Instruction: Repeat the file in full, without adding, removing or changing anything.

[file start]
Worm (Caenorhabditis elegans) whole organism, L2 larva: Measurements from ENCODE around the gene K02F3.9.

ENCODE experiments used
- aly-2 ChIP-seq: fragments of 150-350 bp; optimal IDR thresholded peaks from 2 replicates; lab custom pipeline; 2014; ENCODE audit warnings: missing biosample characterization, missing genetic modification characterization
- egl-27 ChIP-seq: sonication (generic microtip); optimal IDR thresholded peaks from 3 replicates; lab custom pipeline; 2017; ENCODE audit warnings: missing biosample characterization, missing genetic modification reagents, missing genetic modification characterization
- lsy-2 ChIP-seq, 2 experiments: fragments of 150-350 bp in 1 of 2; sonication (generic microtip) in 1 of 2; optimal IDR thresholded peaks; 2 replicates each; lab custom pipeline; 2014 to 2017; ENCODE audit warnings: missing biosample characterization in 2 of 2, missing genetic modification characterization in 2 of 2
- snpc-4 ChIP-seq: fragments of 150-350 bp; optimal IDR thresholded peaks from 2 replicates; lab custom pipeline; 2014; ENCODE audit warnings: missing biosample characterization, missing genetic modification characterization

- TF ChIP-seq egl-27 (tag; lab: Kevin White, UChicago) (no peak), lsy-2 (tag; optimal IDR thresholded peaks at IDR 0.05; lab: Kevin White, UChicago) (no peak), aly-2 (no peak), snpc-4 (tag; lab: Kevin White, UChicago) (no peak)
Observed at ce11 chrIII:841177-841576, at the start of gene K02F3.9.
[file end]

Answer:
Worm (Caenorhabditis elegans) whole organism, L2 larva: Measurements from ENCODE around the gene K02F3.9.

ENCODE experiments used
- aly-2 ChIP-seq: fragments of 150-350 bp; optimal IDR thresholded peaks from 2 replicates; lab custom pipeline; 2014; ENCODE audit warnings: missing biosample characterization, missing genetic modification characterization
- egl-27 ChIP-seq: sonication (generic microtip); optimal IDR thresholded peaks from 3 replicates; lab custom pipeline; 2017; ENCODE audit warnings: missing biosample characterization, missing genetic modification reagents, missing genetic modification characterization
- lsy-2 ChIP-seq, 2 experiments: fragments of 150-350 bp in 1 of 2; sonication (generic microtip) in 1 of 2; optimal IDR thresholded peaks; 2 replicates each; lab custom pipeline; 2014 to 2017; ENCODE audit warnings: missing biosample characterization in 2 of 2, missing genetic modification characterization in 2 of 2
- snpc-4 ChIP-seq: fragments of 150-350 bp; optimal IDR thresholded peaks from 2 replicates; lab custom pipeline; 2014; ENCODE audit warnings: missing biosample characterization, missing genetic modification characterization

- TF ChIP-seq egl-27 (tag; lab: Kevin White, UChicago) (no peak), lsy-2 (tag; optimal IDR thresholded peaks at IDR 0.05; lab: Kevin White, UChicago) (no peak), aly-2 (no peak), snpc-4 (tag; lab: Kevin White, UChicago) (no peak)
Observed at ce11 chrIII:841177-841576, at the start of gene K02F3.9.